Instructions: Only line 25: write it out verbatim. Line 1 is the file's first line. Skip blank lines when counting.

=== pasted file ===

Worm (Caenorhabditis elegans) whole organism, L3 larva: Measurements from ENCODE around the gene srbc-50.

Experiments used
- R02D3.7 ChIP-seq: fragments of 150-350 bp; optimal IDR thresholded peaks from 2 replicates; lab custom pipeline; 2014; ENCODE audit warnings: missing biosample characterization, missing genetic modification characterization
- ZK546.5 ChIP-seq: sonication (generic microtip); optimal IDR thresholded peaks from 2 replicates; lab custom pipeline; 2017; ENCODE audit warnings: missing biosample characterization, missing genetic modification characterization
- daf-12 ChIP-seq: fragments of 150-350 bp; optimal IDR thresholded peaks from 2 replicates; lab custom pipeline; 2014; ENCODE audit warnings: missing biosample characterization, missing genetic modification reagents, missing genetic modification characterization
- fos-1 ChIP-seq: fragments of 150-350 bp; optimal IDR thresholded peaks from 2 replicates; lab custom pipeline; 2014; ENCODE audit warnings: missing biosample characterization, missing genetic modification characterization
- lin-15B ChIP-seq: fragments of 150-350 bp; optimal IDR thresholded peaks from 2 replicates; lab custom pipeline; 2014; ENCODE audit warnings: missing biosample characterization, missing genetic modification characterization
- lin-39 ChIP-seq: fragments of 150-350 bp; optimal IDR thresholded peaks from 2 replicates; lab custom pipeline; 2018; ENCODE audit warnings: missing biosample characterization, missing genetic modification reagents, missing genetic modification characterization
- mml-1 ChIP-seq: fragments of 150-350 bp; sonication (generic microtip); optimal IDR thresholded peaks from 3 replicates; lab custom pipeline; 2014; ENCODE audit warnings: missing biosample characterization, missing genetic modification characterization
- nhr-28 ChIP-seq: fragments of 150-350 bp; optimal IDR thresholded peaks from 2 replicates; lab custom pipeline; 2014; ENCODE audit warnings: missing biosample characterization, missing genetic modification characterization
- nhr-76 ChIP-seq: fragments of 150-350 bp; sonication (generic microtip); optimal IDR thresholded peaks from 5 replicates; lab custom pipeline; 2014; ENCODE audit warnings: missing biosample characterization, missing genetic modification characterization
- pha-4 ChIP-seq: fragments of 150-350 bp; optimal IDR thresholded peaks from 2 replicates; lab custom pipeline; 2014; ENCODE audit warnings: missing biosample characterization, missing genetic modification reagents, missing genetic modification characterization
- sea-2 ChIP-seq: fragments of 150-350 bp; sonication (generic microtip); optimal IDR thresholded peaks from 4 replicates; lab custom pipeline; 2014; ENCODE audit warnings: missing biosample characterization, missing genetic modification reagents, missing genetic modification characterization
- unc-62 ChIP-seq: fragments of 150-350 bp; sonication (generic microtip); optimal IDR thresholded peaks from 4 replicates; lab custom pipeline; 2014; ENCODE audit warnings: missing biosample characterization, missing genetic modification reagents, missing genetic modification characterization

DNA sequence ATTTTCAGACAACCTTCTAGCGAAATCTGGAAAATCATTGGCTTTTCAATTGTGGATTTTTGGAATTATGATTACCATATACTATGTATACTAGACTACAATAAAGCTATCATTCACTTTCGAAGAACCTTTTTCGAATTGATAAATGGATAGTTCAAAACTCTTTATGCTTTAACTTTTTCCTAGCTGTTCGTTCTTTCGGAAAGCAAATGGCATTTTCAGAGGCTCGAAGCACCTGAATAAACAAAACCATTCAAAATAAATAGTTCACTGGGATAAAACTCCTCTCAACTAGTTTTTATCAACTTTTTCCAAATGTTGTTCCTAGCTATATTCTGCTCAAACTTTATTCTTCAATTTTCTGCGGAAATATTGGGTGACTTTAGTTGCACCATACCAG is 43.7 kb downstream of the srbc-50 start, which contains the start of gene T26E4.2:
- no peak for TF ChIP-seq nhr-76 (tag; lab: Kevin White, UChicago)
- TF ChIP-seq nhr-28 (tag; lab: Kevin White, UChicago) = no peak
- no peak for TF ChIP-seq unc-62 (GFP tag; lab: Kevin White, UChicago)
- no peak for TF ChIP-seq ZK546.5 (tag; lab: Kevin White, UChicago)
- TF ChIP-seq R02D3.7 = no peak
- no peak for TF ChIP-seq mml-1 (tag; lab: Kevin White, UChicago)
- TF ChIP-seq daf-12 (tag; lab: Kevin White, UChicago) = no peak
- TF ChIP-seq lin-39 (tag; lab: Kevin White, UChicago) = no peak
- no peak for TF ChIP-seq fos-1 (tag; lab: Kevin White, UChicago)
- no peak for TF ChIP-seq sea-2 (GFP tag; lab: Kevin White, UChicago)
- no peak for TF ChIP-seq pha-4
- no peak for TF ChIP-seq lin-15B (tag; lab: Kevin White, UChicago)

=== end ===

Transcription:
- no peak for TF ChIP-seq sea-2 (GFP tag; lab: Kevin White, UChicago)